A monster of a man compared to most Grand Tour winners, Miguel ‘Big Mig’ Indurain won five Tours on the bounce, hardly pausing for a breather whilst also collecting 2 Giro d’Italia’s, an Hour Record and an Olympic gold medal in a career that utterly dominated the first half of the 1990’s. At 6’2″ (188cm) and 80+kg he was a freakish sight in the mountains where he would capably defend the positions his unsurpassable time-trialling ability had won him. Chastised for making the sport ‘boring’ and dodging the inevitable accusations of doping, Indurain remains a quixotic character within the sport. Not the clear-cut villain that many of his Tour-winning followers would become but never revered like so many of those who had gone before him. Dammed by his own success, his image nonetheless still has the power to stop you in your tracks and just marvel at the magnitude of man.
With so much focus in this country on the Grand Départ it has been hard at times to remember that there will be a further 18 days of racing after the world’s biggest cycling cavalcade leaves our shores. I have been as guilty of this as anyone by focussing my thoughts almost entirely on the opening two stages in Yorkshire and the Stage 3 run from Cambridge to London. Everyone is talking about the ‘destiny ‘of Mark Cavendish to win the Maillot Jeune in his mum’s home town of Harrogate and wondering how much damage the fearsome Côte de Jenkins Road will do in the final few kilometres into Sheffield the following day. I think we are suffering from a touch of yellow fever that is clouding our ability to see beyond this weekend. It’s fantastic that we have so much to discuss about the short time the Grand Boucle is with us. But what of the rest of Le Tour?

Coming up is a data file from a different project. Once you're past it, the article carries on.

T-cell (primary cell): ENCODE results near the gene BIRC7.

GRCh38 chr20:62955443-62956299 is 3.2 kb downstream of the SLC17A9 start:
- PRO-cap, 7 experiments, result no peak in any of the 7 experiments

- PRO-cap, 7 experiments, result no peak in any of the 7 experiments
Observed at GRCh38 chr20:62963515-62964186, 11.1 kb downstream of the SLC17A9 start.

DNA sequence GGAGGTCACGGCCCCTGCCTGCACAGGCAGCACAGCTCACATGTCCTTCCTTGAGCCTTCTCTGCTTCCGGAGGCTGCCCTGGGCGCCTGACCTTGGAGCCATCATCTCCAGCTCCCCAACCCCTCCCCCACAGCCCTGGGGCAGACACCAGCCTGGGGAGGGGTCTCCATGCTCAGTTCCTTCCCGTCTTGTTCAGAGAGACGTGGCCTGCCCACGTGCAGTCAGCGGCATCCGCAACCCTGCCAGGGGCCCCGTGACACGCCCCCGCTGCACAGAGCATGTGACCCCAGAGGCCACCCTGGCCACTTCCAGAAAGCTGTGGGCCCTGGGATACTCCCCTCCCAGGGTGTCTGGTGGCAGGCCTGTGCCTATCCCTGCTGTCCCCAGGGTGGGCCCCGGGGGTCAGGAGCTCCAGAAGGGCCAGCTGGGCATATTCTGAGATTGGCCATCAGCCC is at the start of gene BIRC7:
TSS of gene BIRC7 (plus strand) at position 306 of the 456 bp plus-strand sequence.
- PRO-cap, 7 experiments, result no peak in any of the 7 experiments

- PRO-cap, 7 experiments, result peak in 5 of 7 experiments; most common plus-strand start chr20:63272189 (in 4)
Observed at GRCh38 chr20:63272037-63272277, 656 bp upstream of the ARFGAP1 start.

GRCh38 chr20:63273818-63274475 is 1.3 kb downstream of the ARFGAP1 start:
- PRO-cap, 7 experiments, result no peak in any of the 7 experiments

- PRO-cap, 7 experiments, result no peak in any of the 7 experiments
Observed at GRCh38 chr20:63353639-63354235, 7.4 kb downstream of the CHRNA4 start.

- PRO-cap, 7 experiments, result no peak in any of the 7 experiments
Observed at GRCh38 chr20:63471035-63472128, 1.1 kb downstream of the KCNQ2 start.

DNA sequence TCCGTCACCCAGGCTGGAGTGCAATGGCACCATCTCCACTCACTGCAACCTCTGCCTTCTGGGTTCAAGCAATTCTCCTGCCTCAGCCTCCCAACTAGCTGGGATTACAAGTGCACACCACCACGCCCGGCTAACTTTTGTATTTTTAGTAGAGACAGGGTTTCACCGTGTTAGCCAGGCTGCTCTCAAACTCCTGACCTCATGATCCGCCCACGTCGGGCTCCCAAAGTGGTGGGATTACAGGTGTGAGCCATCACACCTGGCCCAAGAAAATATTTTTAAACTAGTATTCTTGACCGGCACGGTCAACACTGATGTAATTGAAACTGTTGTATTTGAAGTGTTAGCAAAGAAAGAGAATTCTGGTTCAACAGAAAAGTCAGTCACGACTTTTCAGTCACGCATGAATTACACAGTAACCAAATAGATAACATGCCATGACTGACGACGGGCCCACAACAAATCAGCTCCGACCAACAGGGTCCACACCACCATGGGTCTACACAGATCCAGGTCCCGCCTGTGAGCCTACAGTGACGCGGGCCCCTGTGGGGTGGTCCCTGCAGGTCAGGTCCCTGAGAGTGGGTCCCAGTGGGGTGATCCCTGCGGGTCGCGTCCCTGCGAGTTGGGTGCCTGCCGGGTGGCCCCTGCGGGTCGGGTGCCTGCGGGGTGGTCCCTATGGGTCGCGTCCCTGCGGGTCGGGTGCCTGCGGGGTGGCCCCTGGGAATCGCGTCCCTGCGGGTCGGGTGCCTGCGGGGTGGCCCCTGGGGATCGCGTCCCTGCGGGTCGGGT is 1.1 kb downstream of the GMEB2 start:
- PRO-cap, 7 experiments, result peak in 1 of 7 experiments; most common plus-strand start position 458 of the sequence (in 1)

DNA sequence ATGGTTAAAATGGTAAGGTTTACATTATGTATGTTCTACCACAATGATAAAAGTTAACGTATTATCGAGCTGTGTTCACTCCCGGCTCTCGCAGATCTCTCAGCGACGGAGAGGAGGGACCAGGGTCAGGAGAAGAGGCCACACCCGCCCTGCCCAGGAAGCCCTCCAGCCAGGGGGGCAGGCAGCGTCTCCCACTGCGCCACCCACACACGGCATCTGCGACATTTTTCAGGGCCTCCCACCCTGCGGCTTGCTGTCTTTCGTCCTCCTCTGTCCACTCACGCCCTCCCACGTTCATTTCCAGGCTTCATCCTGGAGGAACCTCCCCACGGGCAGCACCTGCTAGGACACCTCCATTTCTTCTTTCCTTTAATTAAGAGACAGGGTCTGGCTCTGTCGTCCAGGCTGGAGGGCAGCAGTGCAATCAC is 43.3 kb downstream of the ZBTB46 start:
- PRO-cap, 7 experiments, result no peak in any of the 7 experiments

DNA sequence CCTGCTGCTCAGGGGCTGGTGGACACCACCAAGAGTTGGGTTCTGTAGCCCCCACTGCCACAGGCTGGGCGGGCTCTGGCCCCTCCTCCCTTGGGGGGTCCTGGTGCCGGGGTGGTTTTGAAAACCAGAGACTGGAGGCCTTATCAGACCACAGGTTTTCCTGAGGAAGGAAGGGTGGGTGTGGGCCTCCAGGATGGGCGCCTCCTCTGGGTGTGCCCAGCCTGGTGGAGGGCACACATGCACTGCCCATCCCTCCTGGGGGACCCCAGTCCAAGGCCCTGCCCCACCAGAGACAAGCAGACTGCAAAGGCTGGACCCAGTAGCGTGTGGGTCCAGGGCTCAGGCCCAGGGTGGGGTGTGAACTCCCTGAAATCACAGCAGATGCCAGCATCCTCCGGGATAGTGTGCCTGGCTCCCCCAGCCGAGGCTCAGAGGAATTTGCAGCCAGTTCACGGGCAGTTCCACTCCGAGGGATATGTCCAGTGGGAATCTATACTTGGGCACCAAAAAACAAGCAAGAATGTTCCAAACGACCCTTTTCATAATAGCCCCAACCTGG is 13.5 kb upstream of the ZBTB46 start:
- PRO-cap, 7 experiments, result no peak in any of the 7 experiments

I am lucky to be old enough, and to have arrived in London just in time, to have enjoyed the considerable pleasures of the old Reading Room at the British Museum. The circular space at the centre of the Great Court, which attained almost sacred status to the Capital’s writers of yesteryear, was just about the most evocative place one could imagine to read or write. The Victorian desks, low glowing lights, the curved bookshelves lining the perimeter walls and the elegant clerestory windows were all suitably impressive but so was the archaic ticketed entry system which made you feel as much a part of the ancient furniture as the often impenetrable tomes in the room. Pushing open the low gate and entering the hushed arena of that literary sanctum was about as good as it got for me back then and I mourned the closing of the old Reading Room in 1997 like the loss of an old friend. It remains my favourite London space, despite not being open for 17 years.
Happy Birthday Greg – 26.06.1962
- TdF Winner – 1986, ’89, ’90
- World Champion 1983, ’89
One of the most popular Tour winners of all time, Greg Lemond’s epic battles with his team mate Bernard Hinault and then with the life-threatening injuries he suffered in a freak shooting incident to come back for his second and third Tour wins are truly the stuff of legend. Boyishly enthusiastic, good-looking and yet determined to bring a new professionalism and outlook to the sport, his 8 second win over Laurent Fignon in 1989 remains one of the most memorable of all time. Somewhat sidelined and overshadowed during the Armstrong era, Lemond has recently re-emerged to take his rightful place as an icon of the sport.